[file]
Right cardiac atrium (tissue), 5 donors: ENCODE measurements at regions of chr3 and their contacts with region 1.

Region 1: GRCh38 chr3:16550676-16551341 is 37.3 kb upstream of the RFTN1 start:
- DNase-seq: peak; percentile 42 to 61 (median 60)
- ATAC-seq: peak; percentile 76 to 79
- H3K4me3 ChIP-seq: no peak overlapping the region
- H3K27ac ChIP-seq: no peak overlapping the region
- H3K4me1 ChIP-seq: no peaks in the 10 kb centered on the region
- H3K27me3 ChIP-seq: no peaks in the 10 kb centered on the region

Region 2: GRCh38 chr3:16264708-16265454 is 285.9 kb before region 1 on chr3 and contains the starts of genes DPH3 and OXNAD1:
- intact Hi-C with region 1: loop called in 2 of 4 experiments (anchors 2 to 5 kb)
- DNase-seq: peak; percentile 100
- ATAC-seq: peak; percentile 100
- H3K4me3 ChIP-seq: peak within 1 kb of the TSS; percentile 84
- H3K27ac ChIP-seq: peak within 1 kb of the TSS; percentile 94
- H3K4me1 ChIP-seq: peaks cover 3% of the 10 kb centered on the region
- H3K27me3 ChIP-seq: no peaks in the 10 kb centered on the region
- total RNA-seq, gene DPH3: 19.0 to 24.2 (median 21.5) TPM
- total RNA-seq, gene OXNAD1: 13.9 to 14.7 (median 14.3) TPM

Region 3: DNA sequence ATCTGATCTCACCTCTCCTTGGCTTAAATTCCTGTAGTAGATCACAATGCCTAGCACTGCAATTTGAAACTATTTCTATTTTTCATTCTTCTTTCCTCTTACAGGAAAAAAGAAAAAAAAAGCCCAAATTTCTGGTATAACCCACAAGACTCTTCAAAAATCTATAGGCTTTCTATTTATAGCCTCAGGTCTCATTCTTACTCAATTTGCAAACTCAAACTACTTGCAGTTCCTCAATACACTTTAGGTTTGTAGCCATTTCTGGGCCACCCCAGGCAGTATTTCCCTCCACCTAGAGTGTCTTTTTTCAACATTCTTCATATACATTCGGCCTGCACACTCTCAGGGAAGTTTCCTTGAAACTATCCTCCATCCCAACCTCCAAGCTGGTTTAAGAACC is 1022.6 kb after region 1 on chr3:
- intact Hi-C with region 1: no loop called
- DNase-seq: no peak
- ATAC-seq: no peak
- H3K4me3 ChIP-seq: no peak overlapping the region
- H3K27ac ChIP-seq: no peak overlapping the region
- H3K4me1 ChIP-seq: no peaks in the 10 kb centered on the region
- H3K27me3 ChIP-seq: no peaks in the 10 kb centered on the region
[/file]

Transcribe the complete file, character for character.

Right cardiac atrium (tissue), 5 donors: ENCODE measurements at regions of chr3 and their contacts with region 1.

Region 1: GRCh38 chr3:16550676-16551341 is 37.3 kb upstream of the RFTN1 start:
- DNase-seq: peak; percentile 42 to 61 (median 60)
- ATAC-seq: peak; percentile 76 to 79
- H3K4me3 ChIP-seq: no peak overlapping the region
- H3K27ac ChIP-seq: no peak overlapping the region
- H3K4me1 ChIP-seq: no peaks in the 10 kb centered on the region
- H3K27me3 ChIP-seq: no peaks in the 10 kb centered on the region

Region 2: GRCh38 chr3:16264708-16265454 is 285.9 kb before region 1 on chr3 and contains the starts of genes DPH3 and OXNAD1:
- intact Hi-C with region 1: loop called in 2 of 4 experiments (anchors 2 to 5 kb)
- DNase-seq: peak; percentile 100
- ATAC-seq: peak; percentile 100
- H3K4me3 ChIP-seq: peak within 1 kb of the TSS; percentile 84
- H3K27ac ChIP-seq: peak within 1 kb of the TSS; percentile 94
- H3K4me1 ChIP-seq: peaks cover 3% of the 10 kb centered on the region
- H3K27me3 ChIP-seq: no peaks in the 10 kb centered on the region
- total RNA-seq, gene DPH3: 19.0 to 24.2 (median 21.5) TPM
- total RNA-seq, gene OXNAD1: 13.9 to 14.7 (median 14.3) TPM

Region 3: DNA sequence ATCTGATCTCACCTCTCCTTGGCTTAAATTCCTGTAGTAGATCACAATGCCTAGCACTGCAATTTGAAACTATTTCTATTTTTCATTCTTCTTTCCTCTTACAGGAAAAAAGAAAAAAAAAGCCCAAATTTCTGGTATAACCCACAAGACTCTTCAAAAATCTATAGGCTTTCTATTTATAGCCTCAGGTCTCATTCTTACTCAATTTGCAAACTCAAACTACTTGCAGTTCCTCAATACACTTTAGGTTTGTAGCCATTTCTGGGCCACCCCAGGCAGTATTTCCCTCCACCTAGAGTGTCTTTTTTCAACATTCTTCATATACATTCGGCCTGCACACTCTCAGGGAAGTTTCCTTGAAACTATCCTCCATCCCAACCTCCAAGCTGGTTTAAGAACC is 1022.6 kb after region 1 on chr3:
- intact Hi-C with region 1: no loop called
- DNase-seq: no peak
- ATAC-seq: no peak
- H3K4me3 ChIP-seq: no peak overlapping the region
- H3K27ac ChIP-seq: no peak overlapping the region
- H3K4me1 ChIP-seq: no peaks in the 10 kb centered on the region
- H3K27me3 ChIP-seq: no peaks in the 10 kb centered on the region